Posted by: William | January 16, 2008

A Work of Grace

This is a post that I’ve had on my mind for some time, although it’s mostly floated about in a sort of abstract form that I wasn’t really able to articulate into words. I feel today at least somewhat confident to express these thoughts and feelings. It comes from the verse John 6:44, Jesus says, “No one can come to me unless the Father who sent me draws him. And I will raise him up on the last day.” The statement seems clear enough. However, as it turns out, the use of the word “draws” is perhaps understating the truth.

The word used is Helkuo, defined literally, “dragged.” The word is used again in Acts 16 when Paul and Silas cast a demon out of a young slave girl. The girl’s owners were angry and they “seized Paul and Silas and dragged them into the marketplace before the rulers” (Acts 16:19). In our verse in Acts, there is no doubt that Paul and Silas were taken by force before the authorities. They weren’t drawn there, or gently urged to go there. They were forcibly taken. When applied to our verse in John, it becomes, to me, much more powerful. “No one can come to me unless the Father who sent me drags him. And I will raise him up on the last day.”

I love this because when I look at my life, it rings so true. If you hate, I mean really loath someone and that person were to come up to you and say, “I can make you stop hating me and then we can be friends; all you have to do is agree to it.” I think we’d most likely say no. I believe it is this way with God as well. I thank God that he did not ask my permission before dragging me away from my dangerous path to destruction. I thank God that he changed my heart of stone to a heart of flesh, beating and pumping and exhilarated to be alive! This is true freedom of a living will; what living eyes that can see beauty, ears that can hear the most wonderful music, tongues that taste the greatest delicacies, nostrils that can smell the ripest roses and skin that can feel the most gentle caress of a loved one would by any means reject them? I doubt there would be any.

As I have been pondering these thoughts recently, I have consistently been drawn to the hymn Come Thou Fount. The final verse sends chills down my spine and sends my heart into a kind of flutter over this amazing grace.

Oh, to grace how great a debtor
Daily I’m constrained to be
And let Thy goodness like a fetter
Bind my wandering heart to Thee
Prone to wander, Lord I feel it
Prone to leave the God I love
Here’s my heart Lord, take and seal it
Seal it for Thy courts above.

I thank God for the grace and favor he has shown me, unduly according to his good pleasure. I pray that I and all of his church would give, always, all the glory to him, to whom it is due. Here’s my heart Lord, take and seal it for Thy courts above.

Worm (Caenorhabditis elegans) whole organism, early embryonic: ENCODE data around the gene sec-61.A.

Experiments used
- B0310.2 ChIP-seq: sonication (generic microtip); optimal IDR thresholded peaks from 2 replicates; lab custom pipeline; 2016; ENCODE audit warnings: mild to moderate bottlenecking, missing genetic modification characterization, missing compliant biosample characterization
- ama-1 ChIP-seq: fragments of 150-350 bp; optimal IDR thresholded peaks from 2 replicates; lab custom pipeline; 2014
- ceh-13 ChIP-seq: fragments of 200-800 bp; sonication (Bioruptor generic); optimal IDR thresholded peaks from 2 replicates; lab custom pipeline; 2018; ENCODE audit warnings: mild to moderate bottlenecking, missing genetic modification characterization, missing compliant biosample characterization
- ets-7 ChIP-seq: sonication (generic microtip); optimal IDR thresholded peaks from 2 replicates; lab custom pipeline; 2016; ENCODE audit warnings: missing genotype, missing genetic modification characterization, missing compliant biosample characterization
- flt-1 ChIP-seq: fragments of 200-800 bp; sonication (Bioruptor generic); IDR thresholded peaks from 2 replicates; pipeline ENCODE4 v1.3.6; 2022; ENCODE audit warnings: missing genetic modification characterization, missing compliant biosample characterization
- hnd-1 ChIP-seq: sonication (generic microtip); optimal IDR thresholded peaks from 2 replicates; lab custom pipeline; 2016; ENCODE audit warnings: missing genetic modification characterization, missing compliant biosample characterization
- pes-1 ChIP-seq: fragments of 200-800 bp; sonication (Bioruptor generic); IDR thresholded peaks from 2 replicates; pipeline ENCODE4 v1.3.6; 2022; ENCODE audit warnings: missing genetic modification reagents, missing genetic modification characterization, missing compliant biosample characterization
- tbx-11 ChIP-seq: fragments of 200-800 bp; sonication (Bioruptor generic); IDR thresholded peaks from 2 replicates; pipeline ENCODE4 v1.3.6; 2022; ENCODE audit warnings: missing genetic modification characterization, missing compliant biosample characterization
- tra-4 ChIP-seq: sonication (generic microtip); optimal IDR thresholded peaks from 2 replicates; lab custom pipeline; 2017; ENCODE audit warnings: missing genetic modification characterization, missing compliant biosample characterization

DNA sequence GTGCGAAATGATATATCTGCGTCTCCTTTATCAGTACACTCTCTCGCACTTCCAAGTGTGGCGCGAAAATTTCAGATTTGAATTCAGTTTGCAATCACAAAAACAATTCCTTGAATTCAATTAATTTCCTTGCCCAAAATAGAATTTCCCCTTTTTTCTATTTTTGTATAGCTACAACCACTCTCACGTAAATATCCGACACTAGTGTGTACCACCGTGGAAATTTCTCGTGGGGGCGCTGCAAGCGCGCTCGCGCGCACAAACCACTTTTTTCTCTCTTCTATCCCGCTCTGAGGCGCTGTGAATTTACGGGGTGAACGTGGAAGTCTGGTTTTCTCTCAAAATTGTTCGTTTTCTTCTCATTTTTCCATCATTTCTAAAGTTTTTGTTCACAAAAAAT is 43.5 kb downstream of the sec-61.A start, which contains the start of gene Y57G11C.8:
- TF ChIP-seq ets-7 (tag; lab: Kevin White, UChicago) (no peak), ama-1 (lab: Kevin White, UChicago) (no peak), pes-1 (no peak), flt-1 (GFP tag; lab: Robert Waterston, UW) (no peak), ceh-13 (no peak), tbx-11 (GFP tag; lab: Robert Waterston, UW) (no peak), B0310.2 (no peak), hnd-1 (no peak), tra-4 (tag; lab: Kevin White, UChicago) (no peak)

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Responses

  1. nice post. 🙂

  2. Bill. One of my favorite verses, really, and by far one of my favorite hymns. And you are absolutely right about being dragged. What a great gift it is that God our Father did not ask permission. That He acted the Father and did what He had to do to save His own. Save! And this is completely the work of the Spirit in the life of a dead sinner, effectively calling, drawing, and turning him from death to life. Who can resist the Spirit? It is Irresistable to an all powerful and sovereign God…that is good news, Gospel.
    Jer. 31:18-19, “Turn thou me, and I shall be turned; Thou art the Lord my God. Surely after that I was turned, I repented; and after that I was instructed, I smote upon my thigh.”
    Lam. 5:21, “Turn thou us unto thee, O Lord, and we shall be turned.”
    Psa. 80:3, “Turn us again, O God, and cause thy face to shine, and we shall be saved.”

    Regeneration is a secret act of God in which he imparts new spiritual life to us. As the gospel comes to us, God speaks through it to summon us to himself (effective calling) and to give us new spiritual life (regeneration) so that we are enabled to respond in faith. Effective calling is thus God that Father speaking powerfully to us, and regeneration is God that Father and God the Holy Spirit working powerfully in us, to make us alive.
    Sometimes the term irresistible grace is used in this connection. It refers to the fact that God effectively calls people and also gives them regeneration, and both actions guarantee that we will respond in saving faith. The term irresistible grace is subject to misunderstanding, however, since it seems to imply that people do not make a voluntary choice in responding to the gospel – a wrong idea, and a wrong understanding of the term irresistible grace. The term does preserve something valuable, however, because it indicates that God’s work reaches into our hearts to bring about a response that is absolutely certain – even tough we respond voluntarily.
    Wayne Grudem from Systematic Theology (pg. 699)


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